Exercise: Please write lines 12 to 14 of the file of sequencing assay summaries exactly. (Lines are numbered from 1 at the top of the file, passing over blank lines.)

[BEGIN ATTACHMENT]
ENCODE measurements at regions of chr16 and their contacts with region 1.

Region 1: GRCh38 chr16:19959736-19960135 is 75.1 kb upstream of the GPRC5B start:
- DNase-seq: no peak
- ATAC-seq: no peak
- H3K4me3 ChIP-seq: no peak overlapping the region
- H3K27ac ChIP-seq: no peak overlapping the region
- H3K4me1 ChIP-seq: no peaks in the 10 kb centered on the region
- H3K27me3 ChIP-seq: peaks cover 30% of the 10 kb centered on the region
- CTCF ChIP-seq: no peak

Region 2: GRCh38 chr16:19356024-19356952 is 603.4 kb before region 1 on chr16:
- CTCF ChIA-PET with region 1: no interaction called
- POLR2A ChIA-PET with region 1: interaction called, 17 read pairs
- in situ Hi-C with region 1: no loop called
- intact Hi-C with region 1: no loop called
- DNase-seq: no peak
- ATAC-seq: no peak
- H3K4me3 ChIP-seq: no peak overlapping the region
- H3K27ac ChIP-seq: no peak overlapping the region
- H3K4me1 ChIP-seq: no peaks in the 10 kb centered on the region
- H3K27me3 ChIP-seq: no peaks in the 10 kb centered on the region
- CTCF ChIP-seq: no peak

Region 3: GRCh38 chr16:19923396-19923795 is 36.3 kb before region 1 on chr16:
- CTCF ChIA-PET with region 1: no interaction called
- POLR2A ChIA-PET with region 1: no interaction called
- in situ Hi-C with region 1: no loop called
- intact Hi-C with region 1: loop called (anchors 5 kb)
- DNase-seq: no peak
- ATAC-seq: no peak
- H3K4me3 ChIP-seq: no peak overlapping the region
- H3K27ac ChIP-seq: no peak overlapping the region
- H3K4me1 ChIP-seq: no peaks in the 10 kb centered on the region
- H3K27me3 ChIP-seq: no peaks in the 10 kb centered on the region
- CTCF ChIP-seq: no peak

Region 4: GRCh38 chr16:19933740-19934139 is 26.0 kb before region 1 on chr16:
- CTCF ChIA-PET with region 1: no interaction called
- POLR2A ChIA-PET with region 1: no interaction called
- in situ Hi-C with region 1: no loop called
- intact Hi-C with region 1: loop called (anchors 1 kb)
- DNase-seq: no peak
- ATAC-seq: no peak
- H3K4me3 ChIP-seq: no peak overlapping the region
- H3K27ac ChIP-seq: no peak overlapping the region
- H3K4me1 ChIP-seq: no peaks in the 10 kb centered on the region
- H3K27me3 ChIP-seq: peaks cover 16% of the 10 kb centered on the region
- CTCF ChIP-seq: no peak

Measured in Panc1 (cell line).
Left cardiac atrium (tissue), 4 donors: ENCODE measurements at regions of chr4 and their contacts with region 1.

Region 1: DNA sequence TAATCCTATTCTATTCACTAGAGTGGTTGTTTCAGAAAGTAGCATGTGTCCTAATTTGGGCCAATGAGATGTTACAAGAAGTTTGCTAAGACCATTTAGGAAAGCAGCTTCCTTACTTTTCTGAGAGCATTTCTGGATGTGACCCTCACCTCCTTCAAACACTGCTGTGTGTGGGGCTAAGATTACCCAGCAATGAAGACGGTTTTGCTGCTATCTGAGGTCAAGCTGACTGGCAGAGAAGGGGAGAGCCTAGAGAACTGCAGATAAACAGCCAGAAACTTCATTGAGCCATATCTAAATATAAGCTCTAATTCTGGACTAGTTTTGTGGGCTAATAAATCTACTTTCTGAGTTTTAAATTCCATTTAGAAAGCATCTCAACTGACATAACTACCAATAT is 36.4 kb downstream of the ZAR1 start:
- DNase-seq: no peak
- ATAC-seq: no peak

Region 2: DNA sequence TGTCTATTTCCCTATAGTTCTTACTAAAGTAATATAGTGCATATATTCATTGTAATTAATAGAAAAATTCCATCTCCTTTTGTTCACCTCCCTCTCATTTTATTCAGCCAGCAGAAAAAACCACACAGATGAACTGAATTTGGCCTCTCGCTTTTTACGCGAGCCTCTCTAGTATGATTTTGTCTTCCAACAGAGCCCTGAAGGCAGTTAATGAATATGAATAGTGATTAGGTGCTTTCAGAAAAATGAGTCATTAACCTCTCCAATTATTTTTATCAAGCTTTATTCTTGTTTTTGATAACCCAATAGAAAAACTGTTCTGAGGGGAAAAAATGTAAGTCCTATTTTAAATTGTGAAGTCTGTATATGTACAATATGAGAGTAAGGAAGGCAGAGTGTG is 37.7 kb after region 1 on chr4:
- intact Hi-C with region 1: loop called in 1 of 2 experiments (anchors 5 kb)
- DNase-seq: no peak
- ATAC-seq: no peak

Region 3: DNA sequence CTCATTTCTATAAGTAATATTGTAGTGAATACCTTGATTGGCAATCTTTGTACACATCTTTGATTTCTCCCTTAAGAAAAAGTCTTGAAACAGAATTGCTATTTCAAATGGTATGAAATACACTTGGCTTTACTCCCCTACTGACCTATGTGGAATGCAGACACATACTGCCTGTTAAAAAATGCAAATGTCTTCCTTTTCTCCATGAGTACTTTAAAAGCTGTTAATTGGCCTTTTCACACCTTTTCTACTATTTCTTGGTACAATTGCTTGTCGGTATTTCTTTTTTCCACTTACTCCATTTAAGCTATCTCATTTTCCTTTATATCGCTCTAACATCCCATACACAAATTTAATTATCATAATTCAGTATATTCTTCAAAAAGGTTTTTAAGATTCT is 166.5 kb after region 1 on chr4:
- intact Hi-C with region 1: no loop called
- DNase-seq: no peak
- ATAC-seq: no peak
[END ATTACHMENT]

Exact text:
- POLR2A ChIA-PET with region 1: interaction called, 17 read pairs
- in situ Hi-C with region 1: no loop called
- intact Hi-C with region 1: no loop called